DAYAN, MOSHE. (1915-1981). Israeli military leader. SP. (In Hebrew “Moshe Dayan”). 1p. Oblong 8vo. [Jerusalem, September 3, 1975]. A black-and-white Israeli Press Office photograph taken by Moshe Milner showing Dayan, wearing his characteristic black eye patch, seated next to the first Bedouin Knesset Member SHEIKH HAMAD ABU RABIA (1929-1981) during a break in a Knesset debate on the Interim Agreement between Israel and Egypt.

Born on the first kibbutz in future Israel, Dayan was raised on the first “moshav,” or farming cooperative, and joined the Jewish defense force, Haganah, at the age of 14. There he was mentored by the pro-Zionist British intelligence officer Orde Wingate. In 1941, while participating in the infiltration of Vichy occupied Lebanon, Dayan lost his left eye when a French sniper shot the binoculars he was using. Despite his injury, Dayan continued his military career, joined Haganah’s General Staff in 1947 and served, at the insistence of David Ben-Gurion, as military commander of the Jewish neighborhoods of Jerusalem in 1948.

As Chief of the General Staff of the Israeli Defense Forces (IDF) from 1953-1958, Dayan directed the 1956 Sinai campaign against Egypt and his prestige was enhanced by Israel’s victory in the 1967 Six-Day War. However, Dayan was accused of unpreparedness in the October War six years later. In 1973, armed conflict again broke out between Israel and a coalition of Arab states led by Egypt and Syria. The Yom Kippur War, which Egypt hoped would return portions of the Suez Canal and Sinai Peninsula to Egyptian control, lasted 19 days and resulted in heavy casualties and a near conflict between the nuclear superpowers of the Soviet Union and United States, who were supplying each side. It also served to shake Israel’s faith in its military prowess, making the state more amenable to diplomatic channels, leading to accusations of unpreparedness against Dayan. Following the ceasefire, negotiations eventually led to the Interim Agreement between Israel and Egypt (known as “Sinai II”), signed in Geneva on September 4, 1975, by which Israel agreed to withdraw from certain Egyptian territories, Egypt agreed to allow Israeli vessels through the Suez Canal and both parties accepted the creation of a UN monitored buffer zone. Our photograph was taken during the September 3, 1975, discussions of the Interim Agreement on the floor of the Knesset, (source: https://www.flickr.com/photos/government_press_office/6458640237/).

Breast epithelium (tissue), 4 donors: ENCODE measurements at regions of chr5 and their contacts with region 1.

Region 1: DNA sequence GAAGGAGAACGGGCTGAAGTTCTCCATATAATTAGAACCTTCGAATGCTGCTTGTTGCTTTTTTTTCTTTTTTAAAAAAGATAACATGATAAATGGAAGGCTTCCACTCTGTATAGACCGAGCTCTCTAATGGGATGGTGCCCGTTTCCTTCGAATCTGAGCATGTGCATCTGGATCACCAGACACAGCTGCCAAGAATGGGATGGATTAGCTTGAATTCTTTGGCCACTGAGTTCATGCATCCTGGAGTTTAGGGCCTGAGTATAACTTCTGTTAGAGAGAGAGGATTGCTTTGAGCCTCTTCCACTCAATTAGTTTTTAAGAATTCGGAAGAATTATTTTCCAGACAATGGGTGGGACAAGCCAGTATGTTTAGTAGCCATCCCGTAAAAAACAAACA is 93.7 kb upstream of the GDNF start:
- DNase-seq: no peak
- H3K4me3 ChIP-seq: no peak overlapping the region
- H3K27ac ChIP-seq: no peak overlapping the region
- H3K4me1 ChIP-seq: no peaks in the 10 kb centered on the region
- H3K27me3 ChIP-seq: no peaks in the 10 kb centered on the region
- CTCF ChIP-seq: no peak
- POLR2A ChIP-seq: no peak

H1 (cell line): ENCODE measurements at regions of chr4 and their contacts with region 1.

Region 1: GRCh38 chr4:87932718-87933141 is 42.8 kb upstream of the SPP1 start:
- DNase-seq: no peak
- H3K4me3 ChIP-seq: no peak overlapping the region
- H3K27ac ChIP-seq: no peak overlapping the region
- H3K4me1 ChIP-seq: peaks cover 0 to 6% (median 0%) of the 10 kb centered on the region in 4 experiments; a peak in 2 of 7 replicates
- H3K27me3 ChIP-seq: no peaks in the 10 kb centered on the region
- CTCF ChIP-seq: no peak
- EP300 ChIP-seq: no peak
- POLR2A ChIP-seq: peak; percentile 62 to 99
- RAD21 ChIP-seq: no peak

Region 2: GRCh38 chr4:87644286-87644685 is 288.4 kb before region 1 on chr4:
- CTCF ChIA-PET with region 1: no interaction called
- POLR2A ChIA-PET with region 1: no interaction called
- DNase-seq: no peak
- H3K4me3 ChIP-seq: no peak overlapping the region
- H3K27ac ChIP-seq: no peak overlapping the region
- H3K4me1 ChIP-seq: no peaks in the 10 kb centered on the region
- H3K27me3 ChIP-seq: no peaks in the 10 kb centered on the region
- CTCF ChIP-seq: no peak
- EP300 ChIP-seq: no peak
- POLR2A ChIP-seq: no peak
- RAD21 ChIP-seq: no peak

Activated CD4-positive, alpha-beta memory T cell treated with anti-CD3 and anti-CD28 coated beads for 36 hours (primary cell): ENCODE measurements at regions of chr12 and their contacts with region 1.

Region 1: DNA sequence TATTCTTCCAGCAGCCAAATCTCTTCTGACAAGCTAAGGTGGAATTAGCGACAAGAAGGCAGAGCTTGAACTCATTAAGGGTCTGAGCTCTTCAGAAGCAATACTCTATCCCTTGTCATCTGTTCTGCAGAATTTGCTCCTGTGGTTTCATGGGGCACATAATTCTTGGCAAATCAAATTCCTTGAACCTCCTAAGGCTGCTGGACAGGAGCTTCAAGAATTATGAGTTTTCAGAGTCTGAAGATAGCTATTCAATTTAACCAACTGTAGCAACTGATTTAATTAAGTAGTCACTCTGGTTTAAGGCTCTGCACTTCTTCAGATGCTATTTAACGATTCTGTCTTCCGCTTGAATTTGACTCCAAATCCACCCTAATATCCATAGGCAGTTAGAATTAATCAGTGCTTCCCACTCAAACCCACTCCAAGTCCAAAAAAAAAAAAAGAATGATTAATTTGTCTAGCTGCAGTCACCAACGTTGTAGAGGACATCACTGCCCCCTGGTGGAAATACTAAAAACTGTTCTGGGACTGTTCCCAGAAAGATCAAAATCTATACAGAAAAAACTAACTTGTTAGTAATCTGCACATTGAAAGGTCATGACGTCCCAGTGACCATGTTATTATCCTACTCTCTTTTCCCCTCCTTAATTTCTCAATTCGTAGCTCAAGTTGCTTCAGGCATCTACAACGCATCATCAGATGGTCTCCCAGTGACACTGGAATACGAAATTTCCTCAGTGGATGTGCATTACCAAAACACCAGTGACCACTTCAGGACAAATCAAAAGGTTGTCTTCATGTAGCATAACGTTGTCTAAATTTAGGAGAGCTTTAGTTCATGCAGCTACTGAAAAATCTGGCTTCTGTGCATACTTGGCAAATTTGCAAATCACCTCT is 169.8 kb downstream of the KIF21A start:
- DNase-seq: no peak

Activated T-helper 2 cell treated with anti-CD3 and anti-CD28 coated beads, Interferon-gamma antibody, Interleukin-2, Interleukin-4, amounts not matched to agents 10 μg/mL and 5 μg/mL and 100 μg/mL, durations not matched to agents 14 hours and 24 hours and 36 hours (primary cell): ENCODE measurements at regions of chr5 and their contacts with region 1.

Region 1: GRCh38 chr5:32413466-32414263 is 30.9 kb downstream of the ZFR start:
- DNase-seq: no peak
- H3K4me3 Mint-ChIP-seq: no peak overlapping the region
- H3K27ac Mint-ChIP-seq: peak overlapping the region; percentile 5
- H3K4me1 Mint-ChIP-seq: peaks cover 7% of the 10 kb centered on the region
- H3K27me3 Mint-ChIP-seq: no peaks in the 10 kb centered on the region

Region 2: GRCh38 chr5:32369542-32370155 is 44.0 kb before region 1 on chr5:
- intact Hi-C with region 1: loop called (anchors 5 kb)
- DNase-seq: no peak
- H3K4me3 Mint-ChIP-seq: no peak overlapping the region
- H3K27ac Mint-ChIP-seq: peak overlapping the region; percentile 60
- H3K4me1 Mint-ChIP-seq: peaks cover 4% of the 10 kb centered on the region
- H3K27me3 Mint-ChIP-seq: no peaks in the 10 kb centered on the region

Although his party allegiance changed over time, Dayan was a member of the Knesset from 1959-1981 but resigned as defense minister in May 1974 because of criticism over his handling of the Yom Kippur War. In 1977, he accepted a position as foreign minister under Menachem Begin, and was instrumental in negotiating the Camp David Accords, the historic 1978 peace agreement with Egypt. During his eventful military and political careers, Dayan earned a reputation as a canny military tactician, a sometimes-controversial politician and a living icon of Israel’s military prowess.

In 1973, Abu Rabia became the first Bedouin elected to the Knesset as the single seat for the political party known as the Arab List for Bedouin and Villagers. He refused to abdicate his seat to Druze politician Sheikh Jabr Muadi, despite a prior agreement, and was assassinated by one of Muadi’s sons in January 1981.

Signed in blue ink in the lower left margin. In excellent condition and mounted on a larger, yellow sheet. [indexhistory] [indexJudaica]

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